On this day (Sunday, December 30th) 5 years ago we sat in a Children's waiting room while our 13 month old baby boy got a new liver. (Click here for a play-by-play look back at that day.)
Because of our own experiences, I am always touched by similar stories. The most recent was one I saw on the news just before Christmas, the story of a little girl living at 'our' Children's for over 4 months waiting on a heart transplant.
My emotional connection to that particular story probably had a lot to do with it being Christmas, since Alan's own life-saving transplant came less than a week after Christmas Day.
Her story stayed with me enough that she came to mind during a middle of the night feeding. As I nursed Daniel, I began to pray for the little girl. I prayed she would receive her new heart soon. As it often happens in these situations, I realized all over again what that would mean.
For her to get a new heart means someone will have to die. Someone that is living right now, laughing, and loving. I have come to believe that to pray for these situations is not to pray for someone to die, because that is,sadly, going to happen anyway. We are praying for that poor family to say 'yes' to donation.
That still doesn't make the thought any easier that someone has to die for another to live.
Then I think about myself, and my own once-terminal condition. All of us, at some point, are dying. Except unlike the girl in the news story, who has done nothing wrong to cause her body to fail,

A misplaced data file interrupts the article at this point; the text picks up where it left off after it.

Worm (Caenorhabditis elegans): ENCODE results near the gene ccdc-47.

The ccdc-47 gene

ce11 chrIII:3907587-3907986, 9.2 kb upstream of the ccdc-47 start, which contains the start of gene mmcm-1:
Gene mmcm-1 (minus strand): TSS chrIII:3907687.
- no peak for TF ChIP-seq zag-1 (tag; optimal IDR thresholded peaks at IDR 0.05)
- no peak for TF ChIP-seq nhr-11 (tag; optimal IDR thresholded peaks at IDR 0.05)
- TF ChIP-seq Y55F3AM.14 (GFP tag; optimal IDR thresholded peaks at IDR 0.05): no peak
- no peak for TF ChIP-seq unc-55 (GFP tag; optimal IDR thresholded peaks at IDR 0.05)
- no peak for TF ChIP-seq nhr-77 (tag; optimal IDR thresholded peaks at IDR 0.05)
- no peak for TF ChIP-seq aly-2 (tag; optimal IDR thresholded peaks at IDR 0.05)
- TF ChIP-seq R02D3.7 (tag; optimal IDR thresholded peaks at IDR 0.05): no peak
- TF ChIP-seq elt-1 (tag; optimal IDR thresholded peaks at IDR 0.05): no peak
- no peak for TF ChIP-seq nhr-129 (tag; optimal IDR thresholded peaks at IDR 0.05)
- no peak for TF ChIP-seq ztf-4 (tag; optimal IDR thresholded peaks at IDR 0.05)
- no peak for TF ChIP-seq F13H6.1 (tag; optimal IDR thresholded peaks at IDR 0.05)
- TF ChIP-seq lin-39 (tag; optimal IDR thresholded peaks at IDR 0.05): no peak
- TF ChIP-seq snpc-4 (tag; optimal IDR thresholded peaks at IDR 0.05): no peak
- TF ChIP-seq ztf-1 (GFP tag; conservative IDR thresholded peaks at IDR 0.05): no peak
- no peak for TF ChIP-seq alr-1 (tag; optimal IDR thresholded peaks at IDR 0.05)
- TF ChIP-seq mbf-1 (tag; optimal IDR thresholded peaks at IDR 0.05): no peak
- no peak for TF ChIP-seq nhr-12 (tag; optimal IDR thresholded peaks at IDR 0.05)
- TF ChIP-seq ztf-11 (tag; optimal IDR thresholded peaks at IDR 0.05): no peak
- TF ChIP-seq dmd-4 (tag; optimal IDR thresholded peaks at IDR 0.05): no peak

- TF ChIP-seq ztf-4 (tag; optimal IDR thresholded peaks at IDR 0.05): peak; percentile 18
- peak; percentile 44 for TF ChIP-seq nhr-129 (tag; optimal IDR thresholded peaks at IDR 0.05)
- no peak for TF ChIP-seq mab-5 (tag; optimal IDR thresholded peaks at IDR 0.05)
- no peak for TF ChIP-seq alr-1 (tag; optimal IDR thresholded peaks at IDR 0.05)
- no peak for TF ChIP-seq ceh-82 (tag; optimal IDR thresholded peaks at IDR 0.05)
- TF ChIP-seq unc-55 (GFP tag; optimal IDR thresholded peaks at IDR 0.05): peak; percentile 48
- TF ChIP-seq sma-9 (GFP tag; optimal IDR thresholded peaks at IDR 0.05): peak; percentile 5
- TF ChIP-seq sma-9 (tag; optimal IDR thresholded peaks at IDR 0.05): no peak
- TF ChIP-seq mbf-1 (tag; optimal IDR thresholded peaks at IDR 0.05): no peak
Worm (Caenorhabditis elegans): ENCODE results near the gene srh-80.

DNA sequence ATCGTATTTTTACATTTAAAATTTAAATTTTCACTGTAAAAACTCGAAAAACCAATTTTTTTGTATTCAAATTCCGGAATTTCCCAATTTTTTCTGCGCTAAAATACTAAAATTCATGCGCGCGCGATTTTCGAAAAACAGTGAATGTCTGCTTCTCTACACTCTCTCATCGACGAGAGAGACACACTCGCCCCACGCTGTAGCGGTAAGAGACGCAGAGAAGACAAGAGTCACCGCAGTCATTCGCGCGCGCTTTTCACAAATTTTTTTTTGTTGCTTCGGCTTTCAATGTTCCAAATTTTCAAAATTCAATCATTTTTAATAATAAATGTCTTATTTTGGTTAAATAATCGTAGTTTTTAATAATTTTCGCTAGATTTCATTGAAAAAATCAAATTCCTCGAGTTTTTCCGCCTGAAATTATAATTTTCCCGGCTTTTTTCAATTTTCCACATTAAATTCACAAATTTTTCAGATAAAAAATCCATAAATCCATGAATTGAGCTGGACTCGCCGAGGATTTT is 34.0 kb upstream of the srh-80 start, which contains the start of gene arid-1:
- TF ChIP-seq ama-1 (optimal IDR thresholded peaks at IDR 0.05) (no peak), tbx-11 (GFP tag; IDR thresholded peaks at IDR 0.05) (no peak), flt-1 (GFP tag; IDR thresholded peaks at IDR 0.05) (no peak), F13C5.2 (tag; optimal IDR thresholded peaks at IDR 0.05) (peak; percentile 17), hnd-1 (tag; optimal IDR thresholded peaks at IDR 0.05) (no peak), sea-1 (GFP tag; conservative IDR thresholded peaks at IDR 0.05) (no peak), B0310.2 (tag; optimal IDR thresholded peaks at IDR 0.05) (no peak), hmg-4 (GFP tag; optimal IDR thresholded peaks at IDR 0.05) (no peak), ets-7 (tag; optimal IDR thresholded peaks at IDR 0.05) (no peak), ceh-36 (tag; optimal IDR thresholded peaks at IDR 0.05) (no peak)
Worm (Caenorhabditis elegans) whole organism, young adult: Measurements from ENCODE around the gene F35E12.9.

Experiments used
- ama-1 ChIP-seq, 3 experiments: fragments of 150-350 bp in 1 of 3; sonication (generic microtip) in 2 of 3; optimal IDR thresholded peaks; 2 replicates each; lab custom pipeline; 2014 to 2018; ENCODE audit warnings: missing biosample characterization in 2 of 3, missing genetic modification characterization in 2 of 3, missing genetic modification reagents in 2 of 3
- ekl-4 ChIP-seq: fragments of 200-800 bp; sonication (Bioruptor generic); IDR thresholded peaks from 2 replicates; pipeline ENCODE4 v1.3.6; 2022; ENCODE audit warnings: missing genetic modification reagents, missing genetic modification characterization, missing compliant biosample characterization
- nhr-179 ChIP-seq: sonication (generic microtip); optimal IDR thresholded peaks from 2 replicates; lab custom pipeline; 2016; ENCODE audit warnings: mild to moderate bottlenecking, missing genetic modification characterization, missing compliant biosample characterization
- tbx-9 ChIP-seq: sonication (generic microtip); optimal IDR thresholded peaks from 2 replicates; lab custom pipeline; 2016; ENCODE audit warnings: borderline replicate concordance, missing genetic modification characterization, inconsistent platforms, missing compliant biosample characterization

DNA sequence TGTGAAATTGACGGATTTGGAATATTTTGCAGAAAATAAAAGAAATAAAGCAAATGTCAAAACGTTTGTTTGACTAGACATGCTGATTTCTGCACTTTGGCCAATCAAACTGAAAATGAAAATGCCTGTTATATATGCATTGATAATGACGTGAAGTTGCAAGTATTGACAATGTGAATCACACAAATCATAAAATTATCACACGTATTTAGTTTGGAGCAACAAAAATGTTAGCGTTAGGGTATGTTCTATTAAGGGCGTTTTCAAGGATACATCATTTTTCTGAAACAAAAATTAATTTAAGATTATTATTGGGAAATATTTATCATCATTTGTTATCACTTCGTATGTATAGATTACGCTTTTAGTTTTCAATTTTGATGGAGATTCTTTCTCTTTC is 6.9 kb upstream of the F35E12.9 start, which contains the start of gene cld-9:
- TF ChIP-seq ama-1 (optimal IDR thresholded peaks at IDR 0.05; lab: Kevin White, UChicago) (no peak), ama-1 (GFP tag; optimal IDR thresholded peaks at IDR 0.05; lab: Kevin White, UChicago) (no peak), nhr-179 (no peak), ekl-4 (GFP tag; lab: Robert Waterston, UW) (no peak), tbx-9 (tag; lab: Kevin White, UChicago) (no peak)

our spiritual death is the result of our own wrongs. Our hearts are broken, diseased, and filled with selfishness and sin, and the only way for them to find new life is death.
The death that paid for my own condition began as a tiny new life in a manger many years ago.
The Lord of all Creation was born as a baby that grew into a boy, and a man. He lived and laughed and loved, too. And then he died. For me. For my diseased heart. And for you and yours. But praise God, Jesus conquered death and lived again. He lives today, waiting for each of us to come to him.
In this season of gifts and giving, let's not forget the One gift, the only gift, that really matters. Our Children's hospital's motto is "The One for children". Just so, Jesus is The One for you. I know from experience that when the gift of physical life is offered we humbly and gratefully fall to our knees and accept it. It is our only hope. The gift of life that Jesus offers is our only spiritual hope. Without it, without Him, without humble acceptance of our broken, sinful condition and his perfect gift, there is no life and healing.
We are spending this day thankful for Alan's life and the willingness of his donor family to say 'yes'.
We praise God for the help and healing he has given us these past 6 years. We pray for our precious donor family, and we pray for you, to know the Gift of Life that God has given, his own Son, for each of us.